Thought and Sample Answers to Lab 1

The thought is what I thought about the questions, which you may or may not actually write in the report.

Q1

First, let me try to understand the question. A table of two columns of numbers is given. The first column represents semimajor axes (apparently it is that of an ellipse). The second column represents sidereal period. What is a sidereal period? After looking through a dictionary, I found the "sidereal" means "of star". Sidereal period appears to be a period of time since it is measured in days. I guess that it is the time needed to do one revolution around the Sun, since it is 365 days for Earth. In any event, the precise meaning of the two quantities is not that relevant to this question.

Continue with the meaning of the question. We are asked to "fit this data to a power law of the form y = C x**p". The two columns of numbers appear not arbitrary or random, but governed by some unknown "law". It is of the power law. At least this is what the question tries to let me do. So, I'll use the functional form y = C * x**p. Which is x and which is y? The question did not tell me explicitly. I realized that it does not matter, if I swap the meaning of x and y (semimajor axes <-> sidereal period), all I have to do is solve x in y, given x = (y/C)**(1/p) to get the other interpretation.

Once we realized that we need to do a fit of the curve y = C*x**p, we need to plot both the data points and the curves. Yet we cannot make a plot, since we don't know the values of C and p. It appears that the critical issue to find C and p.

I propose three possible solutions to find C and p.

(a) Try and error. Since I don't know C and p, I just make a guess, for example, C=1, p=2. Obviously it did not "fit" most of the time. I have tried for one hour for many choices. I still did not find a good fit (that is, the curve falls on the points). It is certainly not a very scientific way of approaching the problem.

(b) I realized that we have two unknowns in an equation. If we use only two points from the data, say that of Mercury and Earth, we should have (x will be semimajor axis, y will be period)

87.97 = C (57.9)**p     (Mercury data)
365.26 = C (149.6)**p    (Earth data)
Dividing the two equations to eliminate C, I found (365.26/87.97) = (149.6/57.9)**p, or with help of a calculator, 4.152 = 2.58376**p. the value p can be found by taking log, log(4.152) = p * log(2.58376), so p = 1.4997. It is very close to 3/2. C is obtained from 87.97 = C (57.9)**(1.4997), => C = 0.1999. When I used this set of values to plot, I found perfect fit to the Mercury and Earth. But it did not fit others exactly.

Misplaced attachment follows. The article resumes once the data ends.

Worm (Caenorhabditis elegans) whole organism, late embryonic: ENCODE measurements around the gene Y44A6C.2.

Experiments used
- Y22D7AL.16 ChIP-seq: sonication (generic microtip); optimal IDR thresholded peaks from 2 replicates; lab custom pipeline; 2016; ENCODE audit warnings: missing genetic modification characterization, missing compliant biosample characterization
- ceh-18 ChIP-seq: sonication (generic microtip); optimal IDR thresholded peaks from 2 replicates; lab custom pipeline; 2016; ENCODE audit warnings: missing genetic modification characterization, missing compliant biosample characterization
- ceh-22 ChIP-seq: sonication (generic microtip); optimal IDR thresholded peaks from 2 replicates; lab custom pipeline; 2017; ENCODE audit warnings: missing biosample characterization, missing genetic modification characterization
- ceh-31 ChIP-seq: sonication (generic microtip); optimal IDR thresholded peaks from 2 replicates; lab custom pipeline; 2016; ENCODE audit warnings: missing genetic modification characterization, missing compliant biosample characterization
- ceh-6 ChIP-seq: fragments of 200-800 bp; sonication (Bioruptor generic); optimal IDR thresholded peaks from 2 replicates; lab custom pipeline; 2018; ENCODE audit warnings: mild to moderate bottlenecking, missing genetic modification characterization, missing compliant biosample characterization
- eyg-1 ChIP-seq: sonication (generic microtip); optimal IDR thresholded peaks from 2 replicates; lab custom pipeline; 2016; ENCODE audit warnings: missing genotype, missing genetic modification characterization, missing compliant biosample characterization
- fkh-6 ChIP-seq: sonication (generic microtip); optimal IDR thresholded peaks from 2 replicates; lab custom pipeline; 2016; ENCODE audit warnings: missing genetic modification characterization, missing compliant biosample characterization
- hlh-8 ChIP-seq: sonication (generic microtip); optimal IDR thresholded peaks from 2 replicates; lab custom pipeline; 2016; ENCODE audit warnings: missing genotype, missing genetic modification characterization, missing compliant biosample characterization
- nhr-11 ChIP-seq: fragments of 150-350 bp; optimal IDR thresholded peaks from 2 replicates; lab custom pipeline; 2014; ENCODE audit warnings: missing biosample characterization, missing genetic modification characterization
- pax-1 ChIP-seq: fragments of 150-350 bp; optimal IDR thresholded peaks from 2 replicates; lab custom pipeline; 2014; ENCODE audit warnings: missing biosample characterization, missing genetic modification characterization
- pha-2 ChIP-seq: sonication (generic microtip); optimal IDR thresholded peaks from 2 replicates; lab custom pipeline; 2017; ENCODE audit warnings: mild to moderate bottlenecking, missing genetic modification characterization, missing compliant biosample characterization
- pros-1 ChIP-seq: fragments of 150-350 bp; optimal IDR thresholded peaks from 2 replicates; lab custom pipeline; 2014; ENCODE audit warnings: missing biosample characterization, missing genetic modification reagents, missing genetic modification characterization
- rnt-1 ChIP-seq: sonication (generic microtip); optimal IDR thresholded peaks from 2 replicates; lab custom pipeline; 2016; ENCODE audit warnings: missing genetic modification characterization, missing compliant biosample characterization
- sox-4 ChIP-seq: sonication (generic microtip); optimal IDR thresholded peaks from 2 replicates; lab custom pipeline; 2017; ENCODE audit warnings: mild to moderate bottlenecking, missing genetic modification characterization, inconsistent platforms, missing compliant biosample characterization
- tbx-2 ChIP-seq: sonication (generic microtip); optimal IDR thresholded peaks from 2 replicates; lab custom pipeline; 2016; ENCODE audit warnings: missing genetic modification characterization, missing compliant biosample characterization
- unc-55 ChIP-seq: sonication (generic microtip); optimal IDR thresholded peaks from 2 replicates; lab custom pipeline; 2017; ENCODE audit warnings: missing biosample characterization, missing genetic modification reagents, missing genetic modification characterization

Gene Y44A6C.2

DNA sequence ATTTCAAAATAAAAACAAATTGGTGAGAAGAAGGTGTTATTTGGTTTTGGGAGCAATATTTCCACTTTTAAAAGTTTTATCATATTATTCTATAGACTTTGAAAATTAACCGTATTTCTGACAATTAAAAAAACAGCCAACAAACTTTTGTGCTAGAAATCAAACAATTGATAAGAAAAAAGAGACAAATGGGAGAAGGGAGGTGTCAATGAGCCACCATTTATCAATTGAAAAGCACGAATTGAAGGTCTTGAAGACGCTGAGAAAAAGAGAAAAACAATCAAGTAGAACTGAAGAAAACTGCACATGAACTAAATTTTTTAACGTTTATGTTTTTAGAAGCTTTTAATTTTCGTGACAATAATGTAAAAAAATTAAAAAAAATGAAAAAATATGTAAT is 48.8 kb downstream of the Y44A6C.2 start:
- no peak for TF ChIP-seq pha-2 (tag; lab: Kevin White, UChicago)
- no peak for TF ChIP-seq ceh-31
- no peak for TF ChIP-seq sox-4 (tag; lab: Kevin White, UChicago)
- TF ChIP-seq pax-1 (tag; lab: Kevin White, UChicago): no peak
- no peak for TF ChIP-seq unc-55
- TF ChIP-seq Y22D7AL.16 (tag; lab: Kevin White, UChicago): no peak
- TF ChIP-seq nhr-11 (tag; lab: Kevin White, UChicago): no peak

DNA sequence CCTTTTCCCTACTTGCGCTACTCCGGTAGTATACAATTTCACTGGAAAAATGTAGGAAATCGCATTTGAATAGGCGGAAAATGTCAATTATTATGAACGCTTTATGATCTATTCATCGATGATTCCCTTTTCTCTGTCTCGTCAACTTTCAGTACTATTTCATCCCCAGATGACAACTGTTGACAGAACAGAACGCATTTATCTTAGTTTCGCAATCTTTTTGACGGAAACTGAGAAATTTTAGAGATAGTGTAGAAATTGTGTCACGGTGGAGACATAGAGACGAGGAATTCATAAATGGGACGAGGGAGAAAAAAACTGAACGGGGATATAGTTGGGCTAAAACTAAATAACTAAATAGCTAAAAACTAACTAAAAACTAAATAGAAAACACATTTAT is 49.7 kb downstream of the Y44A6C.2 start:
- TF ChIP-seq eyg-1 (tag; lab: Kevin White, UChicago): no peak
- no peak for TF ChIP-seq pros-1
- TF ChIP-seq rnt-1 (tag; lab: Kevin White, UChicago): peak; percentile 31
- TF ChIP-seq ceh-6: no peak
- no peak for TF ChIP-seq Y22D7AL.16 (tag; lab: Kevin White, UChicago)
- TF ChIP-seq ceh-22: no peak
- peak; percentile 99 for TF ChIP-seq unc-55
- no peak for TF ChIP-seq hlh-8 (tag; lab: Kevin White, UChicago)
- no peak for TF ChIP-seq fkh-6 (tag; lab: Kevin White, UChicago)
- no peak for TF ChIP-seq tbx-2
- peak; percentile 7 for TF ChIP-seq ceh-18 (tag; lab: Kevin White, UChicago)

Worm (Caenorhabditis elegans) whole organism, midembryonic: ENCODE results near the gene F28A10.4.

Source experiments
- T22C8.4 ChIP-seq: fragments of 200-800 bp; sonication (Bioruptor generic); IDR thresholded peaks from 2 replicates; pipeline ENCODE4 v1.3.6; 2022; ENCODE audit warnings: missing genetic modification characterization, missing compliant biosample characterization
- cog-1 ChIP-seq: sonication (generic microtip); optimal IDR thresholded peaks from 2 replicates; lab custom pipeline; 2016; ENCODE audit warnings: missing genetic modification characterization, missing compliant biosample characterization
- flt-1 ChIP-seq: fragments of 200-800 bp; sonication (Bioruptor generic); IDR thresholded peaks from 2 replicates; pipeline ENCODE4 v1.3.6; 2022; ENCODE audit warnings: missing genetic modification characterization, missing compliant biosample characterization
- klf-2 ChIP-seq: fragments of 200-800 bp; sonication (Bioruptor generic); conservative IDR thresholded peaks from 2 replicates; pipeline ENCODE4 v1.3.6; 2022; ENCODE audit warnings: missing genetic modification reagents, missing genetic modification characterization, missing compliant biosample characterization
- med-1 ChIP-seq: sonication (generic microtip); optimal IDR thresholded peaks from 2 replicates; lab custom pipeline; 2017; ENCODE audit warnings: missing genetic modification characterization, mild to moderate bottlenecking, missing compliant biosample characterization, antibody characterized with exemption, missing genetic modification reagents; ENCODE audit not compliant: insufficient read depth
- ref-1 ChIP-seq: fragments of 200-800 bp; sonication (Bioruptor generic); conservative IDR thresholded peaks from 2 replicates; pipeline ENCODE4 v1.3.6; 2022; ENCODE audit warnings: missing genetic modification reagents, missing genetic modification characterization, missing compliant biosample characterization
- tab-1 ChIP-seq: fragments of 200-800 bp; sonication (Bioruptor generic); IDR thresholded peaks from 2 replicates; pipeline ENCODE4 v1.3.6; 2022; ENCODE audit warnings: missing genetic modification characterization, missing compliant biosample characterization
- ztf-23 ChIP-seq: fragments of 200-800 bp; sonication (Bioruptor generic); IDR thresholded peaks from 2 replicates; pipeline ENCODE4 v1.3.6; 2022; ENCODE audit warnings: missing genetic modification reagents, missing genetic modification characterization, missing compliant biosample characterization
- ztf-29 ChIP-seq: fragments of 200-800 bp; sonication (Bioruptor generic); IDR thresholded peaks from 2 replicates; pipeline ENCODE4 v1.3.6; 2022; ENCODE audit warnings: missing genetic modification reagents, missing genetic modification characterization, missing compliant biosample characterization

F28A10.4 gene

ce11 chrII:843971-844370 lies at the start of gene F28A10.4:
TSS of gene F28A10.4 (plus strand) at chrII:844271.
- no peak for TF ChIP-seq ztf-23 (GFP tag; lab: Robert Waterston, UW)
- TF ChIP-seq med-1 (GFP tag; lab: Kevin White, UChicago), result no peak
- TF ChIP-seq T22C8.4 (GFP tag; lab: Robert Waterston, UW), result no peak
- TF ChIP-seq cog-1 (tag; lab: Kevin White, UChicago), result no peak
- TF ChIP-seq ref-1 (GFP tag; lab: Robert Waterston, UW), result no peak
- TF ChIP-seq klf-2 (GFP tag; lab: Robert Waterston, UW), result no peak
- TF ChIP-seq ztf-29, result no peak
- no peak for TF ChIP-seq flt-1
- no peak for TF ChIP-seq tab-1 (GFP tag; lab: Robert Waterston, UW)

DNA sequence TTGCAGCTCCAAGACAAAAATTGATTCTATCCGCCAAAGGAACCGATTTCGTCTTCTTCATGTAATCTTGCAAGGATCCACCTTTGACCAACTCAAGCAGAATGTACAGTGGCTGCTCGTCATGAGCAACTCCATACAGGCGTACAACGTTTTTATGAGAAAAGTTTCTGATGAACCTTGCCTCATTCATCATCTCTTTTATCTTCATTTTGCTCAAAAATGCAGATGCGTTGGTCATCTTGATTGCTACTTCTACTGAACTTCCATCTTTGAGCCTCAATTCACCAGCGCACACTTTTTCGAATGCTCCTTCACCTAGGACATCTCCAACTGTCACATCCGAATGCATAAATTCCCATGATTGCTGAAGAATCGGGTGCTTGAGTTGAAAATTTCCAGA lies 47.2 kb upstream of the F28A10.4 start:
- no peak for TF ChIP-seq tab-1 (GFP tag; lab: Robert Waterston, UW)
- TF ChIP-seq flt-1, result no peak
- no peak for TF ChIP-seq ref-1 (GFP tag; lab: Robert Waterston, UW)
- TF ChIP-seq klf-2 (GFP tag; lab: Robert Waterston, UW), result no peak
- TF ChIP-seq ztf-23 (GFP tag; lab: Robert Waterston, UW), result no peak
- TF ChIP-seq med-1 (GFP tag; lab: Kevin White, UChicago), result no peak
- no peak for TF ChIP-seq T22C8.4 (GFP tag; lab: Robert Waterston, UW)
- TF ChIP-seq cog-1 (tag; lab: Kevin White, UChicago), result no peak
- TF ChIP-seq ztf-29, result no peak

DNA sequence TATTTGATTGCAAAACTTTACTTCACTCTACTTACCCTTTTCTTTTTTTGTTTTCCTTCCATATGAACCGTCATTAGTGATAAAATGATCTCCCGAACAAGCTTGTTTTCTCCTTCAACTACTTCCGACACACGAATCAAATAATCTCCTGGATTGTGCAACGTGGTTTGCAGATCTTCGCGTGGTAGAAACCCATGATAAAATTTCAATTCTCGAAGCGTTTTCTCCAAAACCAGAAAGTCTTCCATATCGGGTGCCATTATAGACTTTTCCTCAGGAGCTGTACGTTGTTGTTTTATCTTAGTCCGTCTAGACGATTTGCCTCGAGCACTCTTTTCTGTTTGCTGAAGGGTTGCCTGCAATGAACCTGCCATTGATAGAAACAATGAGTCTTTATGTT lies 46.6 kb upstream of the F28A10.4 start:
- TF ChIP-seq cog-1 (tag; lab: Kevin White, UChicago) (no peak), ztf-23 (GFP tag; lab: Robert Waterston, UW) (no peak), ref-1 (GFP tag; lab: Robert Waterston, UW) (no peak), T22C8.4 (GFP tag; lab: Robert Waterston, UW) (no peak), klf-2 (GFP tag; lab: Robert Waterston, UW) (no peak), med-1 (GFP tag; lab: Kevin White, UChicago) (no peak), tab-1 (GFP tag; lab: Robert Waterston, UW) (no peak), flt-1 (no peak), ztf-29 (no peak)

There is some problem with this approach, since the answer is not unique. If I use Jupiter and Saturn data, I got p = 1.4995, C = 0.20027. However, they give me a good indication that the fitting parameters C and p are very close to 1.5 and 0.2 with a small errors of order 0.0002. Of course, C and p must be constants, if they depend on the points, it should not be called a power-law fit.

(c) How can we do a fitting using all the points available? It was discussed in class that we should use least-squares method. Then we have to do a minimization of the quantity

F = sum_i  (y_i - C x_i**p)^2
(where x_i means x with a subscript). I can take the derivative of F with respect to C and p, and set them to zero, but the equations so obtained are rather messy. Although the minimization can be done in principle, but it is not very illuminating.

Linear least-squares fitting is given in class as an example, and the solution is simple. Can we somehow do linear fit? In the current form of y = C x**p, it cannot. But I realized that we can transform the problem into a linear one if we are willing to consider log y vs log x. [Exactly how I made this connection is difficult to describe. This is, perhaps, what a scientific discovery is all about]. Let us accept that we use log, then

log y = log C  +  p log x
I'll call log y = w, and log x = u. So we have a linear equation
w  = log C + p*u
With this, I'll do a straight-line fit to the transformed data. In MATLAB I'll use the following code to do the work:
data = [   57.9     87.97;
108.2    224.7;
149.6    365.26;
227.9    686.98;
778     4332.4;
1427    10759];

logx = log(data(:,1));
logy = log(data(:,2));

coef = polyfit(logx, logy, 1);

p = coef(1)
C = exp(coef(2))

xp = linspace(3,8,40);
yp = polyval(coef, xp);
plot(xp,yp)
hold on;
plot(logx, logy, 'o')

In Mathematica, I could as well type the follows:
data={{ 57.9, 87.97},
{108.2, 224.7},
{149.6, 365.26},
{227.9, 686.98},
{778.0, 4332.4},
{1427.0, 10759.0}};

f = Fit[Log[data],{1, x}, x]

p = Coefficient[f,x]
c = Exp[ f ]/. x -> 0

g1=ListPlot[Log[data],PlotStyle -> {PointSize[0.02]}];
g2=Plot[f,{x,3, 8}];

Show[g1,g2]
In C, I'll use the subroutines from "Numerical Recipes in C", this program do weighted least-squares so the errors can be properly handled. A link to the fit.c is here. We must supply the log data to the program.